The Chinese president Xi Jinping has recently completed a three-nation tour in the Middle East – Saudi Arabia, Egypt, and Iran, offering tens of billions in loans and investments. These three countries are strategically located on the routes of the new silk roads that China is trying to revive, also known as “One Belt, One Road.”
According to a Reuters article, Iran’s supreme leader Ayatollah Ali Khamenei told President Xi Jinping during the visit that “Iranians never trusted the West…. That’s why Tehran seeks cooperation with more independent countries” (like China).
Xi certainly wants to cash in on this distrust. The two countries agreed to increase bilateral trade to $600 billion in the next 10 years. Among many agreements signed are 17 memorandums to kick-start “a maritime Silk Road of the 21st century,” one of the two routes of the “One Belt, One Road” program.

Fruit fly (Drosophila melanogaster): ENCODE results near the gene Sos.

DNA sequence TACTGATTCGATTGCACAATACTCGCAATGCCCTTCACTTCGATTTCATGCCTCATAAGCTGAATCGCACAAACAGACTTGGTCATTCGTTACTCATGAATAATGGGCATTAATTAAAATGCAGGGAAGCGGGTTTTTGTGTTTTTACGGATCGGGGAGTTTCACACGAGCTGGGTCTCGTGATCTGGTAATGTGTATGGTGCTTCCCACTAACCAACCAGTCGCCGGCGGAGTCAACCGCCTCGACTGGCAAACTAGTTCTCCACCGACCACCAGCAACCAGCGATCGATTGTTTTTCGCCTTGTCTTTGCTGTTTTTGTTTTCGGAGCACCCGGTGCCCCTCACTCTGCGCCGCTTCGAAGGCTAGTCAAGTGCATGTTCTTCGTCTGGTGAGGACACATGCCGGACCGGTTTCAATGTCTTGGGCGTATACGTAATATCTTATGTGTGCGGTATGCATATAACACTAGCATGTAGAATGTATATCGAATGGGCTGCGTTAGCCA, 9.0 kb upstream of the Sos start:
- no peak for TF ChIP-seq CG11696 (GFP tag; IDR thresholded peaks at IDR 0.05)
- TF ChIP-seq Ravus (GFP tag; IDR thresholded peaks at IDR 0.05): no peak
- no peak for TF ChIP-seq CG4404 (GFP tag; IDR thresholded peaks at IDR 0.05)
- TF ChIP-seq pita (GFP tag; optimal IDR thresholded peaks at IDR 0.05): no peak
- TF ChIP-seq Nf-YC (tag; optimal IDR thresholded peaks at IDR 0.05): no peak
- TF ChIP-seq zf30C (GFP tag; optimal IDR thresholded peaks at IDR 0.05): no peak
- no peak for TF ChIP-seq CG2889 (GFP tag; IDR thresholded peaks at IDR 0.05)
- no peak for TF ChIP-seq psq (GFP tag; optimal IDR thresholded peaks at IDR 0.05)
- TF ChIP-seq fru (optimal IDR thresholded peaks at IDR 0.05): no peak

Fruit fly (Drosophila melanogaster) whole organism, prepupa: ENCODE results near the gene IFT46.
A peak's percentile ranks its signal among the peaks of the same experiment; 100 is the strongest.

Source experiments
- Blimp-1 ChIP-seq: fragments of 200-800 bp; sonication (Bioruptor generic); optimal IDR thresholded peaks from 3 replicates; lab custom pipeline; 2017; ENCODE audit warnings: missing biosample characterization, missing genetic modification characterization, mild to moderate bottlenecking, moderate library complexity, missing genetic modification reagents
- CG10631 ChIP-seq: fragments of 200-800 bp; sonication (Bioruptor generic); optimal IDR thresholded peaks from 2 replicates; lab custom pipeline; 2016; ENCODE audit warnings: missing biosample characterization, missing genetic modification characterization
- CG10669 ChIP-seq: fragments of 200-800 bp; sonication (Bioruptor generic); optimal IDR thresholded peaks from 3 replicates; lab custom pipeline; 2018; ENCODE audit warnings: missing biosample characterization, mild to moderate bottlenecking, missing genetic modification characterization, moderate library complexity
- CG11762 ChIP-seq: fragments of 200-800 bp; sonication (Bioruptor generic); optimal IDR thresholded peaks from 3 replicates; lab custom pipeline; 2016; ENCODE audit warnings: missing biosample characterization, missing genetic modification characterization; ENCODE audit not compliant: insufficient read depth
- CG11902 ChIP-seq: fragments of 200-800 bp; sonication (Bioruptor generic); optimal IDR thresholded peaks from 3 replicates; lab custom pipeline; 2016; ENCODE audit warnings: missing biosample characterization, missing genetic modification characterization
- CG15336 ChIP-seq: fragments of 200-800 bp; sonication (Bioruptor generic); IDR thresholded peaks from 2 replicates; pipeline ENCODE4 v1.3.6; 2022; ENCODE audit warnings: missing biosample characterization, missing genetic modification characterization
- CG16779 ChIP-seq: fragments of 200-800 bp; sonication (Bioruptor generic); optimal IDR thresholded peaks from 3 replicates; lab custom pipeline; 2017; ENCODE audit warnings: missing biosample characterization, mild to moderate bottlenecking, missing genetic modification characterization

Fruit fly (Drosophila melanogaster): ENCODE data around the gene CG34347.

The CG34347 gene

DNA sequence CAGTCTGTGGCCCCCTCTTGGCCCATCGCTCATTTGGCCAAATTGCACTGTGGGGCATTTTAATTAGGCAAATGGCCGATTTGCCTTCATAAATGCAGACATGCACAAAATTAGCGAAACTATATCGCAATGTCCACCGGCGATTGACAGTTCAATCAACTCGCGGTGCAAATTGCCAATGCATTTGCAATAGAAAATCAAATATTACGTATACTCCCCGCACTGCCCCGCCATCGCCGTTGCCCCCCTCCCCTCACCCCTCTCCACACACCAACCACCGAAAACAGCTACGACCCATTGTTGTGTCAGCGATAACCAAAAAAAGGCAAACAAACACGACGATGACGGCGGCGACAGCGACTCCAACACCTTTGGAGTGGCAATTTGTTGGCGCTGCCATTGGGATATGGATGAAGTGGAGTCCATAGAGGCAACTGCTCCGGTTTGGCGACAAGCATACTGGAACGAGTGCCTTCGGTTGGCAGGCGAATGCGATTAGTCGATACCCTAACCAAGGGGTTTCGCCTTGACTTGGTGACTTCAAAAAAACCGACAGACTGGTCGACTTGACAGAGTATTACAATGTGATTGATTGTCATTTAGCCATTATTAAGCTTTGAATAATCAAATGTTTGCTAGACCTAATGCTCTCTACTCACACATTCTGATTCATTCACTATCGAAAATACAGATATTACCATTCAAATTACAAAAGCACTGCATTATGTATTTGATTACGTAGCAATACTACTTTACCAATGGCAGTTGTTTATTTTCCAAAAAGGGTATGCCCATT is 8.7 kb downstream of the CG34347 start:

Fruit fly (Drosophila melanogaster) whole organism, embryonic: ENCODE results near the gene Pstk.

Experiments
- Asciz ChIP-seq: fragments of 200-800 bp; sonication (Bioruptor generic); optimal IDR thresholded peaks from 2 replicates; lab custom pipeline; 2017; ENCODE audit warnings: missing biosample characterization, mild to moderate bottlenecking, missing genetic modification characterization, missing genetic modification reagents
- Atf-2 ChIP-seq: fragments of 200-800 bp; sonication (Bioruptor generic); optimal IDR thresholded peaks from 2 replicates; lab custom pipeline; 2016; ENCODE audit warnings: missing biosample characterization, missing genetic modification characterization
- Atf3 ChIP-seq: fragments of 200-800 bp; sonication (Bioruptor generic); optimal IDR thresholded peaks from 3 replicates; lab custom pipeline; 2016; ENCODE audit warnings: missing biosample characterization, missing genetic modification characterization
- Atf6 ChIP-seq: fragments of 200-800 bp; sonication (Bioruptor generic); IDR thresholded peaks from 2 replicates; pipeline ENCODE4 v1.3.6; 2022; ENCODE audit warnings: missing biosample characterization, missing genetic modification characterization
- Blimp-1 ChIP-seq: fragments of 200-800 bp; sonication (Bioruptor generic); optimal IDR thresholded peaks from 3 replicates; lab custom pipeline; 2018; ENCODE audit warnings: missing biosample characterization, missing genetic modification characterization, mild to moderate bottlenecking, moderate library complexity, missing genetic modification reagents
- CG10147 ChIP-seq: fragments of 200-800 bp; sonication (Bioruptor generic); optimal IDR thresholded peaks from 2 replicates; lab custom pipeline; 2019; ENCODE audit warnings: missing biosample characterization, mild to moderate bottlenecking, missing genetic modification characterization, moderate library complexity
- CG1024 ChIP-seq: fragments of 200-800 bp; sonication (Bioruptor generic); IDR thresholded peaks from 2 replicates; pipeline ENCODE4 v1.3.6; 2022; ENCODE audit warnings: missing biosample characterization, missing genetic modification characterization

In Egypt, Xi discussed potential investments in sectors like electricity, transportation, and infrastructure, including one to build a new administrative capital in Cairo. China is also expected to lend Egypt’s central bank $1 billion “to help shore up its foreign reserves,” according to Riyadh Vision, a Saudia Arabia online publication.
In Saudi Arabia, President Xi met with King Salman and oversaw the opening of an oil refinery joint-venture in the Yanbu Industrial City on the Red Sea. Saudi Arabia is China’s biggest supplier of crude oil.
On this trip, Xi offered a total of $55 billion in loans and investments to the Middle East, although he told the Arab League that “We are not setting up proxies or building a sphere of influence in the region.”
When the “One Belt, One Road” initiative was first introduced, many thought it was a “pie in the sky.” It involves 65 countries, 4.4 billion people, and about 40 percent of global GDP. Now, however, it looks like it is gaining momentum. Some western observers consider it as China’s equivalent of the Marshal Plan. It will be interesting to see how this plan unfolds.